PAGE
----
Stephen Jones was over-aggressive in negotiations with Dak Prescott

Quarterback contract history is very clear if watched closely. Young franchise quarterbacks leapfrog to higher records consistently. The clear pattern established by glancing at the young franchise quarterback market is the importance of signing a young franchise quarterback early versus later.

(APY= Average Per Year)

Andrew Luck signed for $24.6 million (APY – NFL record)

Derek Carr signed for $25 million (APY – NFL record)

Matthew Stafford signed for $27 million (APY – NFL record)

Jimmy Garoppolo signed for $27.5 million (APY – NFL record)

Drew Brees signed for $25 million (APY – Older quarterback)

Kirk Cousins signed for $28 million (APY – NFL record)

Matt Ryan signed for $30 million (APY – NFL record)

Aaron Rodgers signed for $33.5 million (APY – NFL record)

Russell Wilson signed for $35 million (APY – NFL record)

Ben Roethlisberger signed for $34.million (APY – Older quarterback)

Carson Wentz signed for $32 million (APY – NFL record in guarantee at 107.9 million)

After glancing at the market above it is obvious that the Dallas Cowboys missed a window. The window to get aggressive about finishing quarterback Dak Prescott’s deal was before Carson Wentz’s extension, but Executive Vice President Stephen Jones elected to wait. Originally, Wentz was still nursing his injured back and the Eagles were still unsure about a long-term contract. Urgency on the biggest budgeted position, which is a majority of the time the quarterback position, should have been first and at minimum displayed.

Wentz’s back injury was projected to take three months to treat but he was still having back issues deep into month four. His back fracture was discovered mid-December. In mid-April, Wentz was still uncertain about his back and health, according to Charlotte Carroll With Sports Illustrated.

Even with Wentz’s obvious injury concerns, the Eagles’ Executive Vice President of Football Operations, Howie Roseman, displayed extreme public optimism on the 94WIP morning show. The Eagles were publicly showing faith and aggressively trying to finish a deal with their franchise quarterback. Executive Vice President Stephen Jones was the opposite of Howie Roseman. Jones was very passive in his approach to close out the Prescott contract negotiation.

Keep in mind that Wentz was still recovering when Jones made his team-friendly comment; on April 5, 2019, Jones stated on 103.3 ESPN in Dallas that Prescott’s next deal must be “team-friendly.”

“We’ve really never just gotten into the weeds in terms with Dak himself in terms of what his preference is,” said Jones. “I know he’s focused on winning and really getting as many players as he can out there working so we can have a great team next year. At the same time, I’m sure it’ll be coming. There will be a point in time where we all get around and say, ‘Hey, let’s get this done by a certain time and put it behind us.’”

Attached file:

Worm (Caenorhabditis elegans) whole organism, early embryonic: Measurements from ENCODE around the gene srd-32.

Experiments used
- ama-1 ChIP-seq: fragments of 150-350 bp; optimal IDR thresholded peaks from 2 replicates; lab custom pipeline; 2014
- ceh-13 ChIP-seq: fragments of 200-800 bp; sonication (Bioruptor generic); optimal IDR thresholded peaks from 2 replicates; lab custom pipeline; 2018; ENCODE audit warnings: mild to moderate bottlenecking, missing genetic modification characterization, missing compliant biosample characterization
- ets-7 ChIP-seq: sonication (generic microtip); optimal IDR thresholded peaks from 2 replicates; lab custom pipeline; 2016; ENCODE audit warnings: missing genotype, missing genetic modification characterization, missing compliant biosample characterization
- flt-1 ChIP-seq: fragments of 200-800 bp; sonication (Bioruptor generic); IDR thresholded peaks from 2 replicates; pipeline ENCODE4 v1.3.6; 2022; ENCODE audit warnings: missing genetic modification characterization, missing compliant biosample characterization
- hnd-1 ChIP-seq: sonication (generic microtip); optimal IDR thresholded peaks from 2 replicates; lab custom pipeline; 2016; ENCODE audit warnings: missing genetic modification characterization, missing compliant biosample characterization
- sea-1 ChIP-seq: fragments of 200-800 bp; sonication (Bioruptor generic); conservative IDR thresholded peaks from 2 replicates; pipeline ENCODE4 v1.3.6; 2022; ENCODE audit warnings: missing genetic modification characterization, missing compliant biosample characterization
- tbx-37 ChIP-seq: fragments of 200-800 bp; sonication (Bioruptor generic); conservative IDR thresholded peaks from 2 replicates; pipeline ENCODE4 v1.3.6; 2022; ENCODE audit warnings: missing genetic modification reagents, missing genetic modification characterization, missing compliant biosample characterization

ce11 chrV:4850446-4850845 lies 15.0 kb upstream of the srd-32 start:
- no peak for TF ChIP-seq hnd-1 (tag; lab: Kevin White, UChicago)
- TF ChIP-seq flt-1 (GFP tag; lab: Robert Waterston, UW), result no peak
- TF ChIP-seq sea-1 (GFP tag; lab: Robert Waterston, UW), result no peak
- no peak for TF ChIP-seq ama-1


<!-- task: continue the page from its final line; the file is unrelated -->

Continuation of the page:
In early April, Jones could have been sending proposals and accepting counter-proposals from Prescott’s agent. Instead, the passive-aggressive hardball strategy allowed Wentz to heal, and the Eagles pushed up the quarterback market more by signing Wentz to a new contract extension. Stephen Jones attempted a Hail Mary pass to try to get Prescott to do what record-breaking quarterbacks from Andrew Luck to Carson Wentz did not do.

By his own words, Jones didn’t vocalize the urgency with his quarterback. One would think that Prescott was the one who had the injury history, lower completion percentage, fewer yards, way less total touchdowns, more interceptions, lower QBR, and lower pass rating, but it was Wentz. With all those concerns about Wentz, Philly openly pushed to close out the Wentz contract and showed great optimism in their injury-prone QB, while Stephen Jones took a passive public negotiating tone.

Could Prescott’s agent be the secret villain who waited for the Wentz contract deal knowing Prescott has the leverage of a previous year sweep of the Philadelphia Eagles and a much better three-year production resume over Wentz? Yes, it is a possibility, but Jones’s own words makes that harder to believe. Overall, Jones has done a fantastic job of being the protector of the salary cap and budget master to the Cowboys, but even your best receivers drop an occasional ball.

The Wentz signing increased the quarterback market. With Wentz’s new extension averaging $32 million a year, there is no way Prescott’s agent takes a penny less unless the guarantee is much higher than $107.9 million, which is the new record set by the Wentz contract.

Nobody can be upset at Prescott for wanting more than what Wentz was paid while injury-prone, slow to heal, under in total touchdowns, less in QBR, less in passing rating, more in interceptions, less in yards, and less in comeback wins by a mile. There will be national media hype when Dak is enumerated, but if you read the details carefully and slowly, you will understand where to point the blame.

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